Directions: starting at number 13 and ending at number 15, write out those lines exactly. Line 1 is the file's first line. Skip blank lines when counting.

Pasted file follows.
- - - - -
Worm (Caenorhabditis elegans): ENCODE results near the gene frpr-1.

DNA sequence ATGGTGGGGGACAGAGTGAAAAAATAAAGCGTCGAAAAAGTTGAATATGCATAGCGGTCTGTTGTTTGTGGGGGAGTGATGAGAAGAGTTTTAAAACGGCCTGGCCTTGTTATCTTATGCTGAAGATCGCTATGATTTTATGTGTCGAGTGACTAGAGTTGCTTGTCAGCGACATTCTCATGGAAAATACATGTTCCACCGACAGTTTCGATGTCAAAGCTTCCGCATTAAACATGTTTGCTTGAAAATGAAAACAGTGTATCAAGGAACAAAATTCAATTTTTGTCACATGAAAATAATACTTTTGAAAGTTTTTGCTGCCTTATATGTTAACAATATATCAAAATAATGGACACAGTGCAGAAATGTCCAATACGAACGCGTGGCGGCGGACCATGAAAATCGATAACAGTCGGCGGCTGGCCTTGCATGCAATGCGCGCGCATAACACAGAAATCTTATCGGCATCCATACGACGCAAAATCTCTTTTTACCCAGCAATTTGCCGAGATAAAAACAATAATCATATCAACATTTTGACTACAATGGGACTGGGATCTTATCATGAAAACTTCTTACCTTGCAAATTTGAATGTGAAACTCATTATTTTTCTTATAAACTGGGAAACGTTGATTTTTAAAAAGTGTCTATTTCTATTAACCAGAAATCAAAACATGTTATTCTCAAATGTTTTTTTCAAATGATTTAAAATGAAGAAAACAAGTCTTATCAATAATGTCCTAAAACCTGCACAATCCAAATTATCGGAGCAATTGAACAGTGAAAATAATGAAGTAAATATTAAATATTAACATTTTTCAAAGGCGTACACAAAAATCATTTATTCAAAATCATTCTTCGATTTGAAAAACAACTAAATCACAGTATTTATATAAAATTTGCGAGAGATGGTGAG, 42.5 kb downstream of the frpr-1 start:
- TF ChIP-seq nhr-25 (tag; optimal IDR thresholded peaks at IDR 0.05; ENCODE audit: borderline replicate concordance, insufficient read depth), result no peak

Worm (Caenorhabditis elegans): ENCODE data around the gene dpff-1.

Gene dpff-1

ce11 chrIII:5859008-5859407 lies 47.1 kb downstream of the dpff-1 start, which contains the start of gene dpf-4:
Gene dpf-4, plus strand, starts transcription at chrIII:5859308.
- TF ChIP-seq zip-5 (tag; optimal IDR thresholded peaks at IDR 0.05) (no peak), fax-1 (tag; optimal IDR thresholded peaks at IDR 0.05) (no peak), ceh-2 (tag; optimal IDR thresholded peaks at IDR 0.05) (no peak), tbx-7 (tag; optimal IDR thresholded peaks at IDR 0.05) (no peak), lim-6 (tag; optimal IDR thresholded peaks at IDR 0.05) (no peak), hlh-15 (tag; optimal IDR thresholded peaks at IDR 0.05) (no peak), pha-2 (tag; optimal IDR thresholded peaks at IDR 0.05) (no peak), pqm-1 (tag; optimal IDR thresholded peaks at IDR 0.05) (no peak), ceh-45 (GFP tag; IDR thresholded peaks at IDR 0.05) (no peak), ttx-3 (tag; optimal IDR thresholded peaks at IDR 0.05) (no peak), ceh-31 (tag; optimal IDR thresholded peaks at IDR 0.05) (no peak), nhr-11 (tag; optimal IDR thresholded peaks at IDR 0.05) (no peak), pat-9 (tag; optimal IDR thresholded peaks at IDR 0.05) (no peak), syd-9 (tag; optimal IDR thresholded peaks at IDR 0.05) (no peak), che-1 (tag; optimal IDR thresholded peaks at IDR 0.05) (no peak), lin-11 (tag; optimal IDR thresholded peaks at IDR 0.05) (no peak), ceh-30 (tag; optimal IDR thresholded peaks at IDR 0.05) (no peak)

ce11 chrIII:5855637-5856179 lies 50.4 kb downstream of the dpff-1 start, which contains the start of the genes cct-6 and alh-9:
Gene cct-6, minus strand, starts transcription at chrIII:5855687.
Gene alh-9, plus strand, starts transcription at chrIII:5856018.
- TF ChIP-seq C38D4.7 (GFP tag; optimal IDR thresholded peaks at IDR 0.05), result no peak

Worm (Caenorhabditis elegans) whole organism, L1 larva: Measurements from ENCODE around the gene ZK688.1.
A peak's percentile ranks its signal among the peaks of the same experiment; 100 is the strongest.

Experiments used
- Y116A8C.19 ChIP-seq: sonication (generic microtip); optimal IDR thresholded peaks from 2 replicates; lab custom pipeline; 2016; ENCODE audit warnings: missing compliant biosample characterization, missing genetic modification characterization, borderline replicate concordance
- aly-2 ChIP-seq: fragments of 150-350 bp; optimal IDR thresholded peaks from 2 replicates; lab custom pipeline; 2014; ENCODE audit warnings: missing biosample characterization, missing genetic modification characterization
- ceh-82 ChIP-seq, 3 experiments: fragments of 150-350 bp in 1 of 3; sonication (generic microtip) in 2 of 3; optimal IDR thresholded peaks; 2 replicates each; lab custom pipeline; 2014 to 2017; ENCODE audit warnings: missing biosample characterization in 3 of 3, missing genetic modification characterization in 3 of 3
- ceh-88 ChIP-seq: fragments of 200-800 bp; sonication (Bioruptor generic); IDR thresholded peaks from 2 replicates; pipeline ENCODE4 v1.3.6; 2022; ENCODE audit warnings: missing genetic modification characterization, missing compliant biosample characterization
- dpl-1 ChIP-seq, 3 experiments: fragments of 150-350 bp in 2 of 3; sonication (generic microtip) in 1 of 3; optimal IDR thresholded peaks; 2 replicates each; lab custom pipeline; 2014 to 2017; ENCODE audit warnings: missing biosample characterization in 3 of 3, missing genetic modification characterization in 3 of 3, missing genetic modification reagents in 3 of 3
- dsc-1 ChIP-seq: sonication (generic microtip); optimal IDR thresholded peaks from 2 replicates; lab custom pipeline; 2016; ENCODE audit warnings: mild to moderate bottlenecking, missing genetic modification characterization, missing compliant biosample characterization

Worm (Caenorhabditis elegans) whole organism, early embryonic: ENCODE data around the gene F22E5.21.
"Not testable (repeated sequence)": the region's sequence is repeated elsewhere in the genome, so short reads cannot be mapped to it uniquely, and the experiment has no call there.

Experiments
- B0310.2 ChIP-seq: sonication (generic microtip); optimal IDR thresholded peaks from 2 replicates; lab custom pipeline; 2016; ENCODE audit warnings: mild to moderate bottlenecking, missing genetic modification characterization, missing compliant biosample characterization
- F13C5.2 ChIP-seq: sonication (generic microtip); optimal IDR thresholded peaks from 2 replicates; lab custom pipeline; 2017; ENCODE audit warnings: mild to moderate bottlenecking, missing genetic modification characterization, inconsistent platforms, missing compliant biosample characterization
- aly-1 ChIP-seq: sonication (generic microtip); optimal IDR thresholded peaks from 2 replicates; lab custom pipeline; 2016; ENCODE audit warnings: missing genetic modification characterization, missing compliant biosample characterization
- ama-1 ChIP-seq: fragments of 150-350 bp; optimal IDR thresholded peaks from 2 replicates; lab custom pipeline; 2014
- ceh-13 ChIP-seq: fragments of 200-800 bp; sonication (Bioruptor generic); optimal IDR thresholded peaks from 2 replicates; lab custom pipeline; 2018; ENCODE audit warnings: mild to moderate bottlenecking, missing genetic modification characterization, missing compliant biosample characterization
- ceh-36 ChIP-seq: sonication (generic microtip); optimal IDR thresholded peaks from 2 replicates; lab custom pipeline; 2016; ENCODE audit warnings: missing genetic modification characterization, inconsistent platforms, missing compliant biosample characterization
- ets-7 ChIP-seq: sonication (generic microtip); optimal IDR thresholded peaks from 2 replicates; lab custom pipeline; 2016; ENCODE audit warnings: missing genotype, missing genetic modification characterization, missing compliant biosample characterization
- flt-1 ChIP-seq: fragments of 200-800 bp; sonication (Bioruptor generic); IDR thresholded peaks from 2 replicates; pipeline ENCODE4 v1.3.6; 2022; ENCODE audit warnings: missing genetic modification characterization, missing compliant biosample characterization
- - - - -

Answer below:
Worm (Caenorhabditis elegans) whole organism, L1 larva: Measurements from ENCODE around the gene ZK688.1.
A peak's percentile ranks its signal among the peaks of the same experiment; 100 is the strongest.

Experiments used